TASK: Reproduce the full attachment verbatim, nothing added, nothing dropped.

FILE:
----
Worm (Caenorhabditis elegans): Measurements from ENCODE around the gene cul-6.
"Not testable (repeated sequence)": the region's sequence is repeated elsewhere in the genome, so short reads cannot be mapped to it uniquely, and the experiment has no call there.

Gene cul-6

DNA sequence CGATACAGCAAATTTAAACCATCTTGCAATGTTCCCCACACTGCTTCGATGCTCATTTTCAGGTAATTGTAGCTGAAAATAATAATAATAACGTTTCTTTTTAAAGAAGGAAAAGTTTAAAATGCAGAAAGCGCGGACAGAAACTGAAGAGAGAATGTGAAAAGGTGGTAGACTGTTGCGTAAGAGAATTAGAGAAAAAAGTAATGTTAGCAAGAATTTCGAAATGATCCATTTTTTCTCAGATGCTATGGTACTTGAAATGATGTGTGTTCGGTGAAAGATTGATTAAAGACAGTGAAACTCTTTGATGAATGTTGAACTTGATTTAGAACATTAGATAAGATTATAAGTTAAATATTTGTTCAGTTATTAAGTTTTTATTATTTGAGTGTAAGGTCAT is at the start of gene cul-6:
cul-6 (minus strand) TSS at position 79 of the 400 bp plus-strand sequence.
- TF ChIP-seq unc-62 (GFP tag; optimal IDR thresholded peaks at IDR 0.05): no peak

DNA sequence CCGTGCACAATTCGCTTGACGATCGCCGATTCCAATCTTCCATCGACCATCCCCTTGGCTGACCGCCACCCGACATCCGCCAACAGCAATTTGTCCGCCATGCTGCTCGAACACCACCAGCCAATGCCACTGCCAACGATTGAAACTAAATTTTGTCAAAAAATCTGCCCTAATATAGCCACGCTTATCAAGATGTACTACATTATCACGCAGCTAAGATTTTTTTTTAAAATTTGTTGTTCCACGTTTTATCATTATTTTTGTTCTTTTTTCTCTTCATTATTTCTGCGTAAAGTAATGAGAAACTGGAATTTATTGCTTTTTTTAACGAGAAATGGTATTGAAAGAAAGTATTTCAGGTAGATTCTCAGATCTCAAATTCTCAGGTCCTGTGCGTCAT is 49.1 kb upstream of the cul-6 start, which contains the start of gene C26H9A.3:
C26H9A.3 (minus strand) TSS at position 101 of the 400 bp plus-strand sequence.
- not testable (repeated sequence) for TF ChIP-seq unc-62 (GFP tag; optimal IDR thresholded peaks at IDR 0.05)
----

Worm (Caenorhabditis elegans): Measurements from ENCODE around the gene cul-6.
"Not testable (repeated sequence)": the region's sequence is repeated elsewhere in the genome, so short reads cannot be mapped to it uniquely, and the experiment has no call there.

Gene cul-6

DNA sequence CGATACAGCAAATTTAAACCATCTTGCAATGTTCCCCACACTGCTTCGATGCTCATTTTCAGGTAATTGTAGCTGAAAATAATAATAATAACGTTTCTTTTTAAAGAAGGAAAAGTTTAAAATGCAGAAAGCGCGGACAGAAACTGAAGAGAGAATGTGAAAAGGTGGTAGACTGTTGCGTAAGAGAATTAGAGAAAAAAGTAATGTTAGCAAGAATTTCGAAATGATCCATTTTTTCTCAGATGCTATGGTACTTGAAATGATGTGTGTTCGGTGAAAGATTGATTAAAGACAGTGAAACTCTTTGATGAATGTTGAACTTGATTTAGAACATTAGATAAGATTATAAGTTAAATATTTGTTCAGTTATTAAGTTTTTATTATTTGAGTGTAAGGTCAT is at the start of gene cul-6:
cul-6 (minus strand) TSS at position 79 of the 400 bp plus-strand sequence.
- TF ChIP-seq unc-62 (GFP tag; optimal IDR thresholded peaks at IDR 0.05): no peak

DNA sequence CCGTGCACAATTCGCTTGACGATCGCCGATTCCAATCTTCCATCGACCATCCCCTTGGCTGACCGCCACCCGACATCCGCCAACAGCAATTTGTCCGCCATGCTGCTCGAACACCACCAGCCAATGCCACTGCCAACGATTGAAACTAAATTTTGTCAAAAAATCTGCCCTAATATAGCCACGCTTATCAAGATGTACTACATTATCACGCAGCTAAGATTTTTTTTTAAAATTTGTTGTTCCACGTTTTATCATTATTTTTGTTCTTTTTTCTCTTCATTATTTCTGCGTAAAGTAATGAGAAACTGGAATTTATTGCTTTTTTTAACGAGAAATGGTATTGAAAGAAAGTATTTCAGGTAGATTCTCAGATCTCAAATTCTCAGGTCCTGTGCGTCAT is 49.1 kb upstream of the cul-6 start, which contains the start of gene C26H9A.3:
C26H9A.3 (minus strand) TSS at position 101 of the 400 bp plus-strand sequence.
- not testable (repeated sequence) for TF ChIP-seq unc-62 (GFP tag; optimal IDR thresholded peaks at IDR 0.05)